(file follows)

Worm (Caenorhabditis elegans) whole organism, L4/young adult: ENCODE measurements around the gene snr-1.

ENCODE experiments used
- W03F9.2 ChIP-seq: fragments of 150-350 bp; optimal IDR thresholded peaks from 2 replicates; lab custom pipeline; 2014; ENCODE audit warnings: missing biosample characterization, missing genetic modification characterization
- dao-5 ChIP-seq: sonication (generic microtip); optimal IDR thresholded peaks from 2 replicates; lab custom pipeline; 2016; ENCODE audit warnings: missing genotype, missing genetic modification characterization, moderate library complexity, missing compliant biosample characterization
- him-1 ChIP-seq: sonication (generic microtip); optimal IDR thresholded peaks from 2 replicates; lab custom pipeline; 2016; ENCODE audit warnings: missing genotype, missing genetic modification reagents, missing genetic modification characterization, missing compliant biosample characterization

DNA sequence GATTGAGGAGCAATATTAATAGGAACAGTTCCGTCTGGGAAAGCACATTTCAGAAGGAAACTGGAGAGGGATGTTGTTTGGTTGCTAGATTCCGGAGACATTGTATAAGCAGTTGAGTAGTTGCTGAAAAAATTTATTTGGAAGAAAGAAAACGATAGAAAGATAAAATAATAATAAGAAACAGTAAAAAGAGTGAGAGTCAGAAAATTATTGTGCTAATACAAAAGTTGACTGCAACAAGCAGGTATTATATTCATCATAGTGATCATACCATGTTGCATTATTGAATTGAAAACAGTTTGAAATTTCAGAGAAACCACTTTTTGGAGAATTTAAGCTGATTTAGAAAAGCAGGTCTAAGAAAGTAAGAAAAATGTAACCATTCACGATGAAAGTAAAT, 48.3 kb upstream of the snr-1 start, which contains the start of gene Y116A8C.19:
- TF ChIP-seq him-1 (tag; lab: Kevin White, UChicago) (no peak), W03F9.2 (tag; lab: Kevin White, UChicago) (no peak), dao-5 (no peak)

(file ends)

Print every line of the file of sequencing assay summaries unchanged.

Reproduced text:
Worm (Caenorhabditis elegans) whole organism, L4/young adult: ENCODE measurements around the gene snr-1.

ENCODE experiments used
- W03F9.2 ChIP-seq: fragments of 150-350 bp; optimal IDR thresholded peaks from 2 replicates; lab custom pipeline; 2014; ENCODE audit warnings: missing biosample characterization, missing genetic modification characterization
- dao-5 ChIP-seq: sonication (generic microtip); optimal IDR thresholded peaks from 2 replicates; lab custom pipeline; 2016; ENCODE audit warnings: missing genotype, missing genetic modification characterization, moderate library complexity, missing compliant biosample characterization
- him-1 ChIP-seq: sonication (generic microtip); optimal IDR thresholded peaks from 2 replicates; lab custom pipeline; 2016; ENCODE audit warnings: missing genotype, missing genetic modification reagents, missing genetic modification characterization, missing compliant biosample characterization

DNA sequence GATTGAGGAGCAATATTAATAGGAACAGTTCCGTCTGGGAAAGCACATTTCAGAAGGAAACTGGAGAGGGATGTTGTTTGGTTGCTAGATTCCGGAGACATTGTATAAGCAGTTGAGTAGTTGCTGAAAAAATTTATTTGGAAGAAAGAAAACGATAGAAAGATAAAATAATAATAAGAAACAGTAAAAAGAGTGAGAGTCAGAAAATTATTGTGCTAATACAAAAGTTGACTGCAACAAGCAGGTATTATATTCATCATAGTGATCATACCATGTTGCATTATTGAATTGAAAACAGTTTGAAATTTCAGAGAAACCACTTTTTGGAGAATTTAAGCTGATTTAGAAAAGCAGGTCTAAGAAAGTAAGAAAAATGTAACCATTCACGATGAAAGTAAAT, 48.3 kb upstream of the snr-1 start, which contains the start of gene Y116A8C.19:
- TF ChIP-seq him-1 (tag; lab: Kevin White, UChicago) (no peak), W03F9.2 (tag; lab: Kevin White, UChicago) (no peak), dao-5 (no peak)